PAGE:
Monthly Archives: May 2011

Ants In Air Conditioner

We have two HVAC systems.  One controls the temperature downstairs, while the other controls the temperature upstairs.

Less than two months ago, I had both HVAC systems cleaned and inspected, so I was shocked when one of them started acting up.  I would turn on the upstairs system, air would circulate, but instead cooling, the room remained warm.  Upon inspection, I noticed that the fan, inside the outside unit, wasn’t spinning.

I called the HVAC company and they sent out a technician.  He inspected the upstairs controller and duct work and found nothing.  He then went outside and removed the protective cover from the outside unit – and found the problem.

All around the “contact” – the little piston-like device that tells the fan to spin – there were ANTS.  Fire ants, to be exact.  The ants were crawling in and around the contact area, and were preventing the contact from making, well, contact.

Apparently, this is a rather common problem, especially in the hot and humid South.  He turned off the breaker to the outside unit, removed all of the dead ants and used a small vacuum to remove the living ones.  He then suggested that I put some granules of fire ant poison, sprinkled around the base of each outside unit.  (I did this as soon as he left.)

The technician recommended treating the area for fire ants two or three times a year.  He also suggested visually inspecting the units once a month or so, especially during the spring and summer.  I asked him why the ants would choose to get inside the unit in the first place, and he suggested that it might have something to do with the slight magnetic field around the copper coil.

For the cost of a service call, we now have ice cold air, no more ants, peace of mind, and a little more knowledge.

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Mortgage Payoff Progress For April With Chart

In February of 2010 my wife and I purchased our very first home.  We have a conventional 15-year mortgage and our plan is to pay it off in less than 10 years.  Our stretch goal is to pay it off in less than 7.

As of March 31, 2011, we have made 13 regular mortgage payments – and several additional principal-only payments.

When I posted February’s update, we had paid off 5.72% of our mortgage debt.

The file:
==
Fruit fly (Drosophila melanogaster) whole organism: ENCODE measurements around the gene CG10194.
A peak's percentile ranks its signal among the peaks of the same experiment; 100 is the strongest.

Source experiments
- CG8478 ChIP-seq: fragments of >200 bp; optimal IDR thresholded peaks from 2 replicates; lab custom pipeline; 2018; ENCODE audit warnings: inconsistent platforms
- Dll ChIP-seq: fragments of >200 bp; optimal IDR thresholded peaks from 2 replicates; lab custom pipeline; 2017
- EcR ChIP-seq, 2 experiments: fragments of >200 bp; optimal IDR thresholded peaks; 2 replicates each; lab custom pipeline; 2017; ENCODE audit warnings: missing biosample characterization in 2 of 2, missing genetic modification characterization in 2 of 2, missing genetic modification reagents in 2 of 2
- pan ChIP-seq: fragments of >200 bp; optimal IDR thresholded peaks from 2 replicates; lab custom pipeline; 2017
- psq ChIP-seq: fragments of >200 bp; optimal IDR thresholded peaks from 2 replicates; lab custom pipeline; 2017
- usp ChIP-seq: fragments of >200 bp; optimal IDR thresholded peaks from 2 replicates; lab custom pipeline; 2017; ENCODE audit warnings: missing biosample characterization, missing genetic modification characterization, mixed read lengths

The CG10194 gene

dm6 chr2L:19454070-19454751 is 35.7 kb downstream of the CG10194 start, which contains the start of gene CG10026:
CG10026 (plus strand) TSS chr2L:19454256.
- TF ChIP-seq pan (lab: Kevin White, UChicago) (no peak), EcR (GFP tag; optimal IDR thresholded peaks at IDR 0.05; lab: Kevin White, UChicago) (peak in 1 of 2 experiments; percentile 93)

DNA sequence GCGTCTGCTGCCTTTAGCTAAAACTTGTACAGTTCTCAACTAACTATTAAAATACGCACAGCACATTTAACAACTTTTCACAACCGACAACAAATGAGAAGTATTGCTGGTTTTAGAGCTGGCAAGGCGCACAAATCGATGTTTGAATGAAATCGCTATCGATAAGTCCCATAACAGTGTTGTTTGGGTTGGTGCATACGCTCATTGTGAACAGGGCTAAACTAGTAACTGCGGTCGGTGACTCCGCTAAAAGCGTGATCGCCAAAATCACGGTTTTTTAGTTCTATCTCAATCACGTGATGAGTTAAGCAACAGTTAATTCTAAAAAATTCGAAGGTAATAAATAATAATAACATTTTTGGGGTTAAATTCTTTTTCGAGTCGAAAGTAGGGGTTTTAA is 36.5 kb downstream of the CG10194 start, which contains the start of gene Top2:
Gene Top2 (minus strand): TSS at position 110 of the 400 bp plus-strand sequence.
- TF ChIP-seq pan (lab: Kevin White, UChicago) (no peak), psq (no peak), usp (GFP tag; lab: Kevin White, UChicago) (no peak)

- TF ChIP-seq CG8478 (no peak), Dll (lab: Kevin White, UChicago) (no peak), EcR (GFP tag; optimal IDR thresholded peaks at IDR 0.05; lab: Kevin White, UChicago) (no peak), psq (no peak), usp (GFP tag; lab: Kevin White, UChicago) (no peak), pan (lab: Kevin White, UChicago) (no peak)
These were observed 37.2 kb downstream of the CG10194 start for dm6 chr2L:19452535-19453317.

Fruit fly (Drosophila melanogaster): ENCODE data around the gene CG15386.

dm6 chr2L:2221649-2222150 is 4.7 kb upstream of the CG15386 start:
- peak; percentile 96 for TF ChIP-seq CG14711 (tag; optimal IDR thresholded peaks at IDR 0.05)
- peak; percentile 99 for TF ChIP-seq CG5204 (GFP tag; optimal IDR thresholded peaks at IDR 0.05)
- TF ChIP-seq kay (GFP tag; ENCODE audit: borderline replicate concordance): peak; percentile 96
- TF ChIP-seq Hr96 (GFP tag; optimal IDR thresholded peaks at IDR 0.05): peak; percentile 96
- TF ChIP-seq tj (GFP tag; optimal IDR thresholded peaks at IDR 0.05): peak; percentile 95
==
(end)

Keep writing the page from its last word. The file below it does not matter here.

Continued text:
When I posted March’s update, we had paid off 6.26% of our mortgage debt.

As of the end of April, we have now paid off 6.90% of our mortgage debt.

Here is our most recent chart –

The chart below shows two percentages.  The blue percentage is how much I still owe – the balance.  The red percentage is how much I have reduced – the paid.

This chart does not represent how much of my house I actually own – it simply reflects how much of our mortgage balance we have paid.  We actually “own” much more than 5% of the house, based on appraised value and initial down payment.

We have made 14 regular payments and have lived in the house for just over a year.  Our contractual remaining term is 13 years and 10 months, but our actual remaining term is 13 years and 7 months.

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Increasing Emergency Fund Balance

We have decided to increase the amount of money that we keep in our emergency fund.

One of our goals is to keep an amount equal to six months’ worth of expenses in our emergency fund.  The primary purpose for the money in our emergency fund is to replace (or supplement reduced) income.

Income designated for mid- and long-term savings goals (like automobile replacement, new furniture, etc.) is kept in the same savings account – but is not considered part of the emergency fund.  The savings goals are part of our monthly budget – payments that we “make” to ourselves, each month.

As a side note:  We also have long-term disability insurance.  The emergency fund is designed to replace income, should we find ourselves unemployed.  The disability insurance is in place, should one of us become, well, disabled.

Like I said, we have decided to increase the amount that we keep in our emergency fund.  Here’s why –

1.  Inflation.  I’m not interested in what the pundits say – inflation is here and very, very real.  I have been using a grocery price book for several years – and the cost of food and household items is up, rather dramatically.  Feeding and clothing our family of five now costs considerably more than it did just three years ago.  This has to be factored in our calculations.

2.  New house.  We moved in to our new house, just over a year ago.  I now have enough data to estimate our monthly-cost-of-living-here.  Plus, we now have a fixed mortgage payment, home owner’s insurance, and taxes to consider.

3.  Kids.  When I first calculated six months’ worth of expenses, we had just two children.  Now, nearly five years later, we have three.  Providing for them is our top priority, so their needs must be added to our emergency fund calculations.

4.  Peace.  This one has very little to do with “math” and much more to do with “peace of mind”.  Personally, I’m not convinced that the worst of the great recession is behind us – and I want to be better prepared for any further downturn.

So, we are going to increase the amount of money that we keep in our emergency fund.  We have recalculated what six months’ worth of expenses is for our family – remembering that some wants will go by the wayside, and even some needs will be affected, should we face a real emergency.  Redirecting the money towards savings will also slow our mortgage debt reduction (just a bit), but in the end, the peace of mind will be worth it.

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